Church of Scientology obtained Covid-19 relief loans for three branches despite $2 billion estimated worth

According to the full list of COVID-19 beneficiaries released by the U.S. Treasury, the church's three branches located in New York, Washington D.C. and Florida respectively received anywhere between $150,000 to $300,000


                            Church of Scientology obtained Covid-19 relief loans for three branches despite $2 billion estimated worth
The exterior of the Church of Scientology Celebrity Centre International on April 3, 2006 in Los Angeles, California (Getty Images)

The Church of Scientology reportedly obtained small business loans for three of its branches from the government's COVID-19 relief funds despite being estimated to be worth close to $2 billion. According to the full list of COVID-19 beneficiaries released by the U.S. Treasury, the church's three branches located in New York, Washington D.C., and Florida respectively received anywhere between $150,000 to $300,000. The loans came as part of the government's efforts to inject billions of dollars into the economy to prevent mass layoffs due to the coronavirus pandemic.

The government released the records on Monday, listing every recipient, after the Trump administration responded to repeated calls by Democrats to disclose specifically which businesses received loans through the Payment Protection Program (PPP), that was established by President Donald Trump's CARES Act.

(L to R) Actors Tom Cruise, Kelly Preston, John Travolta, and Kirstie Alley listen to actress Jenna Elfman speak at the opening of the Church of Scientology, Mission of SoMa September 29, 2001, in San Francisco, CA. (Getty Images)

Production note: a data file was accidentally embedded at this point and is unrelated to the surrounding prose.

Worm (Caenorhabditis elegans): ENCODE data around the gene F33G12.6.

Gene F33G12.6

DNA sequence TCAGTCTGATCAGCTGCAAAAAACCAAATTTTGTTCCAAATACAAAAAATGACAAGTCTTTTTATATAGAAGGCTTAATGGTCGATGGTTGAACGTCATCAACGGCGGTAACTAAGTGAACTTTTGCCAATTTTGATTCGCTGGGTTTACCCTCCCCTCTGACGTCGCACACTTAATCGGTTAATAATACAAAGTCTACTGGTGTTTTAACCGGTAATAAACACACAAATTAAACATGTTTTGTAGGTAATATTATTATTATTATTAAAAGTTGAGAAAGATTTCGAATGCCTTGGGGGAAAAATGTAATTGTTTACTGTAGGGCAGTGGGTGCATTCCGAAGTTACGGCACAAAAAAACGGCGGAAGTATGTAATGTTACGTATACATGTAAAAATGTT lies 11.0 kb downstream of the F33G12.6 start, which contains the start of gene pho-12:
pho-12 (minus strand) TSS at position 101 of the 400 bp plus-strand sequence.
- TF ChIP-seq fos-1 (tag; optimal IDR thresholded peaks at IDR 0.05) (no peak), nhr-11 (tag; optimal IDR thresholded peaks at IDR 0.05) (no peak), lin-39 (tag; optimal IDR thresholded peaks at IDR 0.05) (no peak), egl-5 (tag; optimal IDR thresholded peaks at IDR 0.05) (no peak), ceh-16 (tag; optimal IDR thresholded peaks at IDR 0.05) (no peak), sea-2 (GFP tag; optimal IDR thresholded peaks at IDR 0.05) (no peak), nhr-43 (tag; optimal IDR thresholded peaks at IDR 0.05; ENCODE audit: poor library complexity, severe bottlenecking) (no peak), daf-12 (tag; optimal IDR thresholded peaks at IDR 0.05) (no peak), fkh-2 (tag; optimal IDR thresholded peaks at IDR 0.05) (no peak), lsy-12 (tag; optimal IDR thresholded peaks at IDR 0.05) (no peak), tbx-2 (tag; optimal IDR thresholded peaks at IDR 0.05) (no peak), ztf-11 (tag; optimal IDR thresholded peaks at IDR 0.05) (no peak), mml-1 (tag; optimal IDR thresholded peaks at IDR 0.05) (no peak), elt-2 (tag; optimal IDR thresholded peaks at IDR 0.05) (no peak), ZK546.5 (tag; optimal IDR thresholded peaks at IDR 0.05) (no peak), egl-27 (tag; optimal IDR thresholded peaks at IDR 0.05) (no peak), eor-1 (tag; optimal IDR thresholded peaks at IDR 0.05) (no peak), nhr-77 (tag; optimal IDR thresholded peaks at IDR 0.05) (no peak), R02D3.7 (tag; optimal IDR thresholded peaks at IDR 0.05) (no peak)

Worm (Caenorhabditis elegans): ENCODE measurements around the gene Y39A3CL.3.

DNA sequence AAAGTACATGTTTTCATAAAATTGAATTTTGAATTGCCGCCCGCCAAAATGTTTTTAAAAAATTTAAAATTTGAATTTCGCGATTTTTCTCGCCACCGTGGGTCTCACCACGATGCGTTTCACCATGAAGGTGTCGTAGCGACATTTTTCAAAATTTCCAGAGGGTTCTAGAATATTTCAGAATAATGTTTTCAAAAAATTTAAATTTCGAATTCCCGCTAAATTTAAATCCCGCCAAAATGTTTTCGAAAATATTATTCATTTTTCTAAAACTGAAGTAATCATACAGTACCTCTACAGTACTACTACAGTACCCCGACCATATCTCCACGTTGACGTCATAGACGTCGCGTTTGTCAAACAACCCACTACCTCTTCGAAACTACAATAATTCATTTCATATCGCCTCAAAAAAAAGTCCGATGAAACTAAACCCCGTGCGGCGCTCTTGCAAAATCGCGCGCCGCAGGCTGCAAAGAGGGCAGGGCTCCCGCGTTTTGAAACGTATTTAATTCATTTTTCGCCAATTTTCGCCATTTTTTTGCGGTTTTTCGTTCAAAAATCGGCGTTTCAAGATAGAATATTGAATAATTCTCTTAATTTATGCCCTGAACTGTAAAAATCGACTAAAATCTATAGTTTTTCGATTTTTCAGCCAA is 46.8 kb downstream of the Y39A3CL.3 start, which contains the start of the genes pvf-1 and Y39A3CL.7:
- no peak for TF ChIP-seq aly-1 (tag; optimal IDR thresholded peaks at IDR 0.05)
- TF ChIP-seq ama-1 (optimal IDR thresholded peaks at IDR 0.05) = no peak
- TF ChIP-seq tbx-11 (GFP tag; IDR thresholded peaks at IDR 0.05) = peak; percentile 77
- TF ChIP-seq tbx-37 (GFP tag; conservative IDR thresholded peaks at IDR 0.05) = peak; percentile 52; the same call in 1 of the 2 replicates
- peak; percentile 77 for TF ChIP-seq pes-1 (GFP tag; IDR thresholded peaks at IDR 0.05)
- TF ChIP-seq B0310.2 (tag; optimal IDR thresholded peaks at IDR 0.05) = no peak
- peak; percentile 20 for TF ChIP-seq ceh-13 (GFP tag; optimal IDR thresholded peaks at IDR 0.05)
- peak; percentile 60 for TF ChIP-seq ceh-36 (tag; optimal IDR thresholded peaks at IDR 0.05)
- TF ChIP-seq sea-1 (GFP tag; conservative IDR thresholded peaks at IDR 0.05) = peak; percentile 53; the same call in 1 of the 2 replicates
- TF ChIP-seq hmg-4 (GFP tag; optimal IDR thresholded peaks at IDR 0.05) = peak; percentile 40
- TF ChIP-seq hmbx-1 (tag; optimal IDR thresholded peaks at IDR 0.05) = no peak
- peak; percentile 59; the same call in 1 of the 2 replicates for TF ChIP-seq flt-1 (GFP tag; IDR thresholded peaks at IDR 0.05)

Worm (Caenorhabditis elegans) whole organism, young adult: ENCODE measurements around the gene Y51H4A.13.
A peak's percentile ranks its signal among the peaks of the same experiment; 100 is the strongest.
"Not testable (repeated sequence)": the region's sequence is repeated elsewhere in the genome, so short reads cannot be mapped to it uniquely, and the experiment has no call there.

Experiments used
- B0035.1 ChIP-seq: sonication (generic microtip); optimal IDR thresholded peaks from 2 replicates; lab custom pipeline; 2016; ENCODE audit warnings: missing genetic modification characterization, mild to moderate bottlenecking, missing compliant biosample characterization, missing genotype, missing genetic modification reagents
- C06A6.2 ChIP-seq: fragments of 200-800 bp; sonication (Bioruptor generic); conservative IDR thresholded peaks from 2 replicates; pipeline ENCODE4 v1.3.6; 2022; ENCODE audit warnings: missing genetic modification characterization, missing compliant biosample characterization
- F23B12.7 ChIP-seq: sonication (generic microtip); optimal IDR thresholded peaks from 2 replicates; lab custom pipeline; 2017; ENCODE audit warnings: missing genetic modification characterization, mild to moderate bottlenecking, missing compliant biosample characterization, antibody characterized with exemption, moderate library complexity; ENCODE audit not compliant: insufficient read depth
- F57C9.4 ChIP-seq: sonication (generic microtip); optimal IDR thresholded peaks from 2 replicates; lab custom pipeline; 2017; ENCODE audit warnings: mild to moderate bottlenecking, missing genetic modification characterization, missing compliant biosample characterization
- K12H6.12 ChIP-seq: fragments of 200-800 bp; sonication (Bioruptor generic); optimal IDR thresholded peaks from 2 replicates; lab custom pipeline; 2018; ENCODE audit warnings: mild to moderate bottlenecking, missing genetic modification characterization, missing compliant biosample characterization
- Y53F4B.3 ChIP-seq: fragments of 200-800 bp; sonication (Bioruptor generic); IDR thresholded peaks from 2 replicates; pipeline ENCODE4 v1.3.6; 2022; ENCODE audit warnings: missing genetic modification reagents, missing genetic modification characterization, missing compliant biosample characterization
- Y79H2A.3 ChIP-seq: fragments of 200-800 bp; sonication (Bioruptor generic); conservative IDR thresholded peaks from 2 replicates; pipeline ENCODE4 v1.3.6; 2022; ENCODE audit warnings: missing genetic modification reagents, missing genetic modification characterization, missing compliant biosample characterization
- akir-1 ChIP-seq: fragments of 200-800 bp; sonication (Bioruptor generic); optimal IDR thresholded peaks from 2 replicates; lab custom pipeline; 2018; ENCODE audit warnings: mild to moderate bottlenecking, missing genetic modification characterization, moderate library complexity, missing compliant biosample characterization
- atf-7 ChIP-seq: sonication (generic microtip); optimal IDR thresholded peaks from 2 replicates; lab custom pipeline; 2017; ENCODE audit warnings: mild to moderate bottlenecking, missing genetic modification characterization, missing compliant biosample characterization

According to the report, religious organizations accounted for at least a million from the 51 million-plus jobs protected by the $660 billion package. Non-profit churches qualified for PPP loans just as other small businesses if they had fewer than 500 employees.

However, the Founding Church of Scientology of Washington D.C. received a PPP loan despite saving no jobs, according to data from the U.S. Treasury. Meanwhile, the Church of Scientology for the Mission of Belleair, Florida, and the Church of Scientology of New York said they saved 13 and 10 jobs respectively with the PPP loans they received. The controversial church is said to be worth $1.75 billion, as projected by the 'Scientology Money Project' -- a blog run by Jeffrey Augustine, the spouse of a former Scientologist. Augustine estimates the church's annual revenue is no less than $200 million.

Furthermore, the Church of Scientology owns several properties across the globe. They own at least $400 million in property in Los Angeles, while the church's spiritual headquarters in Clearwater, Florida boasts a whopping 60 properties worth an estimated $168 million. 

According to a Reuters analysis, Christian churches made up the majority of religious organizations that received PPP relief. It is being said that Catholic churches are finding it easier to secure the coveted loans as compared to other small businesses. Pat Markey, executive director of the Diocesan Fiscal Management Conference, revealed that more than 70 percent of the nation's close to 17,000 Catholic churches have applied for loans. At least 75 percent of those churches had their applications approved, Markey estimated.

General view of the Church of Scientology community center in the neighborhood of South Los Angeles on June 5, 2013, in Los Angeles, California. (Getty Images)

On Monday, July 6, the Trump administration revealed the names of more than 650,000 companies that received loans under the government's small business lending program, intended to support them through the repercussions of the economic downfall. The disclosure came amid calls for more transparency surrounding the Paycheck Protection Program (PPP), which are funds established under the $2 trillion CARES Act. Trump signed PPP into law at the end of March.

After being slammed by Democrats for implying that the Trump administration would not disclose the names of the borrowers, the Treasury and the Small Business Administration later upended their decision and said they would disclose names and details of the businesses that took PPP loans of above $150,000 and above.

The PPP was introduced to offer forgivable loss to the small businesses that were struggling to stay afloat and earn a living due to the pandemic recession.

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